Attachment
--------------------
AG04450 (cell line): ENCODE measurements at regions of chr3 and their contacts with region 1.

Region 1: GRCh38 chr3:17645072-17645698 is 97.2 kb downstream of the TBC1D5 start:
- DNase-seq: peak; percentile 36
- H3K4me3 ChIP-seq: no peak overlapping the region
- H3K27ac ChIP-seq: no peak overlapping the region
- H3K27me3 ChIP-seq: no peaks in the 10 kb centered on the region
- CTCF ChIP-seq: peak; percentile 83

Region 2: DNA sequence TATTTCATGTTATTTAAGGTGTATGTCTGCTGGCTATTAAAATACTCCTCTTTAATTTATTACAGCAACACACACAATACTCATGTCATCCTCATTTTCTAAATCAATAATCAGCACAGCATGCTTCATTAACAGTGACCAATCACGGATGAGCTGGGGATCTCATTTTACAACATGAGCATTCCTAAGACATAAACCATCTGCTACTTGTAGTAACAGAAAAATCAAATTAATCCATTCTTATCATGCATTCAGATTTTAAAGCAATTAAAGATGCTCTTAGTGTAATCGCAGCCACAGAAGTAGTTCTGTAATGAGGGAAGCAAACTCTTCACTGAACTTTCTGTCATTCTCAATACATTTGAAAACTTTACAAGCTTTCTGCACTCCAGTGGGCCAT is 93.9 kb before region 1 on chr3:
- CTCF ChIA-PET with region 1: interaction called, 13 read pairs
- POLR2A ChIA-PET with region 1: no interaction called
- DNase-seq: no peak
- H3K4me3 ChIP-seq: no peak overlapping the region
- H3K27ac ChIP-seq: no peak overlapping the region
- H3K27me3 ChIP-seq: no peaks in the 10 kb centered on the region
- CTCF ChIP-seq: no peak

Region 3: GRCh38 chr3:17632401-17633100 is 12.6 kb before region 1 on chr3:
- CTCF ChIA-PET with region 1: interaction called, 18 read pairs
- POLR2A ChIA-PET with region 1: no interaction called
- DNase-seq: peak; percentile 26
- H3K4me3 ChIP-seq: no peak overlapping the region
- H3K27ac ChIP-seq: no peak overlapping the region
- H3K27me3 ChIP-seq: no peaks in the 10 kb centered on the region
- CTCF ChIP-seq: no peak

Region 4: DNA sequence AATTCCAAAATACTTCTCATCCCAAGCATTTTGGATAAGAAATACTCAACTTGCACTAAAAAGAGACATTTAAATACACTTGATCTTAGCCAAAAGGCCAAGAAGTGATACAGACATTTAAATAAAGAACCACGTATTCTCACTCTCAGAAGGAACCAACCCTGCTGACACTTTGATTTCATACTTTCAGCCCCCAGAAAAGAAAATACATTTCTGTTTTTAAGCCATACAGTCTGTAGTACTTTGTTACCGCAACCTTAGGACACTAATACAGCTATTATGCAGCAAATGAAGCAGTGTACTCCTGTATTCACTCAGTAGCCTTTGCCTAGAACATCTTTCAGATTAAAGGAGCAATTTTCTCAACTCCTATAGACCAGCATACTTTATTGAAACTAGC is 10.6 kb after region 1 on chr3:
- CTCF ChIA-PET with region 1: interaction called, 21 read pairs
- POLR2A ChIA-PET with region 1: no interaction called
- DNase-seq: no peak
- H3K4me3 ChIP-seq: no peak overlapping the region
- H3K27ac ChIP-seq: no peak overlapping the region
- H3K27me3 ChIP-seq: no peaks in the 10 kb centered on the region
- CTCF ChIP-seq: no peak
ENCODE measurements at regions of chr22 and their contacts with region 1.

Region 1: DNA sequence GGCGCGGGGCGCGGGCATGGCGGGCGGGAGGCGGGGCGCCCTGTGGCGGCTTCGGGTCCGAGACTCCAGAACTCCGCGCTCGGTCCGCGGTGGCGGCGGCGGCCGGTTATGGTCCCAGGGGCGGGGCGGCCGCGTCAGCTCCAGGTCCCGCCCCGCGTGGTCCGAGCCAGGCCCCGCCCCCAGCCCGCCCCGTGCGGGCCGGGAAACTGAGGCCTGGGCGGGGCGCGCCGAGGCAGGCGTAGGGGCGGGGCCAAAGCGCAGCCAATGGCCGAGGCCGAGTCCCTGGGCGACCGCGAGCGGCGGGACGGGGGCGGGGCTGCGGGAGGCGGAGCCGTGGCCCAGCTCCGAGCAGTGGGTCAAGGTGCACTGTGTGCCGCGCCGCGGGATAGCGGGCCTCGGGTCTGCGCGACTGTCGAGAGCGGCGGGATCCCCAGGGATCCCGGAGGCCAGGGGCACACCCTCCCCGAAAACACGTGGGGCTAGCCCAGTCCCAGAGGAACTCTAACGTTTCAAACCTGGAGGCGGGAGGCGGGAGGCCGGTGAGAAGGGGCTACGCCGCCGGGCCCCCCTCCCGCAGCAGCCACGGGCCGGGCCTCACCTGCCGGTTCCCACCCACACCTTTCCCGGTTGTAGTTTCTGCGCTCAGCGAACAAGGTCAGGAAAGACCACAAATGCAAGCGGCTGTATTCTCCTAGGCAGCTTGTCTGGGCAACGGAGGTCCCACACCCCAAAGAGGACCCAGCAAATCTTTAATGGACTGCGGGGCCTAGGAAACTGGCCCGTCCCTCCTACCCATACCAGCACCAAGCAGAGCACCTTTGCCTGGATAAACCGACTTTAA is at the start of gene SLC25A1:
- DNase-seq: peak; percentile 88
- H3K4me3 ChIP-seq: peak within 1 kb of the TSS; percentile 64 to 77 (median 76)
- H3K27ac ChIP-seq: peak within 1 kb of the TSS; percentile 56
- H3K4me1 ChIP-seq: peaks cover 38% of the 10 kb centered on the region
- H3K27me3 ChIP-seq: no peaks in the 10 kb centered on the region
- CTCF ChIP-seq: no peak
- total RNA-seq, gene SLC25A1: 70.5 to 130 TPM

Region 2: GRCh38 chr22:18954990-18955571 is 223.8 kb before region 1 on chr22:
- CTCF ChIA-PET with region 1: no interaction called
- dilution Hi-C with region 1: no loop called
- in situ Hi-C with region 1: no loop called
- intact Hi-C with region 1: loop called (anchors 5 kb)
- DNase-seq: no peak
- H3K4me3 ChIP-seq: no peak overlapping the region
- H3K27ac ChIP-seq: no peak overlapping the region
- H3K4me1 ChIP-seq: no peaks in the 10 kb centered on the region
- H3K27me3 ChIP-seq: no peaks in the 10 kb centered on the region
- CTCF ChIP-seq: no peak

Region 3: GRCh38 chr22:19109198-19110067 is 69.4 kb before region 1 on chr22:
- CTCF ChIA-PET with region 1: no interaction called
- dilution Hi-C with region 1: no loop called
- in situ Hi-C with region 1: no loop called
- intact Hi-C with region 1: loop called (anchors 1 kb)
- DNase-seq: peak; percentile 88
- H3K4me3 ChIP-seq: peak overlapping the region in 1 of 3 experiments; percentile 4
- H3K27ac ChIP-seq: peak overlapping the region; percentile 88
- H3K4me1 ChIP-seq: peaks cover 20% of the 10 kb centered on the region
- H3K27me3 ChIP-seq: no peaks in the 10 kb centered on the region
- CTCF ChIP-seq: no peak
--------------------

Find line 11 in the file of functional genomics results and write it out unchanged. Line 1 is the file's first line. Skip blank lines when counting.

- DNase-seq: no peak